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Find out how to import firewood, such as logs and kindling, into England, Scotland and Wales (Great Britain).
If you’re a business that currently buys goods from or sells goods to countries outside the UK, or are planning to trade with Europe from January 2021, HMRC’s new tool can help you identify ways you might be able to make the customs process easier for cheaper for your business. This short video shows you how to use the tool.
If you’re a UK business thinking about moving goods into or out of the UK , this video is here to help you understand how customs intermediaries or agents can help you. For more information have a look at the guidance available on gov.uk.
If you're buying or selling goods abroad, you need to work out the amount of duty or VAT you owe. This short video tells you how to find out the ‘commodity code’ classification for your goods, using our Trade Tariff tool. Find out more on GOV.UK
You’ll need a licence to import or export certain types of controlled goods. You may also need to pay extra duty in the UK. Unsure if this applies to your goods? This short video explains more about the types of goods that are classed as controlled. Find out more on GOV.UK
Website localization is the process of adapting an existing website to local language and culture in the target market.
It is the process of adapting a website into a different linguistic and cultural context— involving much more than the simple translation of text. This modification process must reflect specific language and cultural preferences in the content, images and overall design and requirements of the site – all while maintaining the integrity of the website. Culturally adapted web sites reduce the amount of required cognitive efforts from visitors of the site to process information, making navigation easier and attitudes toward the web site more favorable. The modification of the website must additionally take into consideration the stated purpose of the new website with a focus on the targeted audience/market in the new locale. Website localization aims to customize a website so that it seems "natural", to its viewers despite cultural differences between the creators and the audience. Two factors are involved—programming expertise and linguistic/cultural knowledge.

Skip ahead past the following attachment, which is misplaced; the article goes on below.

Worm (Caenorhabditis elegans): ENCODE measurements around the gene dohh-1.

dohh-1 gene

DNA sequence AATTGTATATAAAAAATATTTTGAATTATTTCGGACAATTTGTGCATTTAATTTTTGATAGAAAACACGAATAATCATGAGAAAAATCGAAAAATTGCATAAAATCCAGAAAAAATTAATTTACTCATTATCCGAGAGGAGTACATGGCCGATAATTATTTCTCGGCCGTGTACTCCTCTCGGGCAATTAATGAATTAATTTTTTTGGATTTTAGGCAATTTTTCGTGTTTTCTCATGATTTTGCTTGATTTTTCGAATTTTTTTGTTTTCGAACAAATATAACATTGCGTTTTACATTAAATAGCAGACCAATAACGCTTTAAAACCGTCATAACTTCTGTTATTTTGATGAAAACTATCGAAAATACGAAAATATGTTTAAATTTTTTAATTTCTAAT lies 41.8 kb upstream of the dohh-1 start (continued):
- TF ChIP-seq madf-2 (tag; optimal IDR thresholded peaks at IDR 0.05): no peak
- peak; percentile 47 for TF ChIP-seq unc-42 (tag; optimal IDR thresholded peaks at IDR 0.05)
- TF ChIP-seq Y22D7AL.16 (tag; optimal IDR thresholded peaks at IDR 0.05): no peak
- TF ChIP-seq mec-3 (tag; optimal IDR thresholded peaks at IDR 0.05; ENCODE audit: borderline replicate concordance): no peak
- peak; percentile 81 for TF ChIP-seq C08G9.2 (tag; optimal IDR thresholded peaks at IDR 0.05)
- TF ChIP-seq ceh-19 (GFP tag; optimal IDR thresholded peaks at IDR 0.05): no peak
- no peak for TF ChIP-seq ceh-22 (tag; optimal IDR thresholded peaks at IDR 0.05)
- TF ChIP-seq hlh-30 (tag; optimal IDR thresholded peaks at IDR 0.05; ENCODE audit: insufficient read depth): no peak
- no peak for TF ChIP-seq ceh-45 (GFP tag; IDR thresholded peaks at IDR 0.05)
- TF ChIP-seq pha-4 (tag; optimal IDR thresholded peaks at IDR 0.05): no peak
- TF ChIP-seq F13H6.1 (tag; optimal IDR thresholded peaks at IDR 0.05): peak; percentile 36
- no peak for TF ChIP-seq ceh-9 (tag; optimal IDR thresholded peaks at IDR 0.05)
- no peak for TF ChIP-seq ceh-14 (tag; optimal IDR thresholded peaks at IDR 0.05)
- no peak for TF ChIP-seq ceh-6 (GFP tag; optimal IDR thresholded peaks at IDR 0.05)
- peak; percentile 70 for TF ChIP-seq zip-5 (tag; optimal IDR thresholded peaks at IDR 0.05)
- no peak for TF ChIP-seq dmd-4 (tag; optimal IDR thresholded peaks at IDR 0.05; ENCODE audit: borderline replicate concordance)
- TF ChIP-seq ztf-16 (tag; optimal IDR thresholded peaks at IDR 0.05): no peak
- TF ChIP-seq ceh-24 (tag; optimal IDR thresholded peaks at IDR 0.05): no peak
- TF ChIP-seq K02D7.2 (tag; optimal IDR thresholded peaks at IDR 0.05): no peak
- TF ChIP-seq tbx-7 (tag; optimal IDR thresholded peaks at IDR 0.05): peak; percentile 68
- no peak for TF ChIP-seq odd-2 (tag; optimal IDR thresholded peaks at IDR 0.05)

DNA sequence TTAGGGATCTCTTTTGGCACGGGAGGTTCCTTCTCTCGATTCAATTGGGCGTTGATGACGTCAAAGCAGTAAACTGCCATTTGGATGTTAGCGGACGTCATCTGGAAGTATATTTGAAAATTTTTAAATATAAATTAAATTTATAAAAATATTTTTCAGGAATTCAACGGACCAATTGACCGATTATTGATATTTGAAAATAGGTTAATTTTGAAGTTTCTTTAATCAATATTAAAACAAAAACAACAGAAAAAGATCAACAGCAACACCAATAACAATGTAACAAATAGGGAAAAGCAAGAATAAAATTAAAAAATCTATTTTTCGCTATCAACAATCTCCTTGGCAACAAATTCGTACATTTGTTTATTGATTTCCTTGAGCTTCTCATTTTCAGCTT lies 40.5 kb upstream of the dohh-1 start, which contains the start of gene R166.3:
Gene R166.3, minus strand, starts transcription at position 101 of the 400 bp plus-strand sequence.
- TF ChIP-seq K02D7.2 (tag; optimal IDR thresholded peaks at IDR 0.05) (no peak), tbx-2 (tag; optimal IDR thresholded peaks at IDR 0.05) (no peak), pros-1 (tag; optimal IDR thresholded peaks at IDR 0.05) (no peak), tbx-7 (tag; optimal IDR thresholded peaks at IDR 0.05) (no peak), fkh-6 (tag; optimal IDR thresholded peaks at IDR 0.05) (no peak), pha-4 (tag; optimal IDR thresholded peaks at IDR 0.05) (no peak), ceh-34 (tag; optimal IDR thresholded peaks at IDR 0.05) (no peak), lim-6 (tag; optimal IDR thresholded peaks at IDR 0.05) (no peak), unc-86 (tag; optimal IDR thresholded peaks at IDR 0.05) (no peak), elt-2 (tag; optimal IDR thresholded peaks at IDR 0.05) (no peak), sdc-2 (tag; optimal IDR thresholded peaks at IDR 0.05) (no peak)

The proliferation of website localization is the result of the popularity of computer and Internet users. People all over the world treat the Internet as their main location for information and services. These people do not all speak the same language. As a result, website localization has become one of the primary tools for business global expansion.
Due to website communication across multiple cultures for multiple needs, the Internet has given way to non professional translation practices. Because website localization involves mixed strategies, organizations tend to maintain a global image while using website localization to appeal to local users. The challenge of website localization has become even more important as websites increasingly have the potential to both supplement and replace presence in foreign markets. As web design becomes more congruent with national culture, it will foster online consumer purchasing. Creators take into account the "language, education level, belief and value systems, [and] traditions and habits" of the target culture in order to optimize results.Source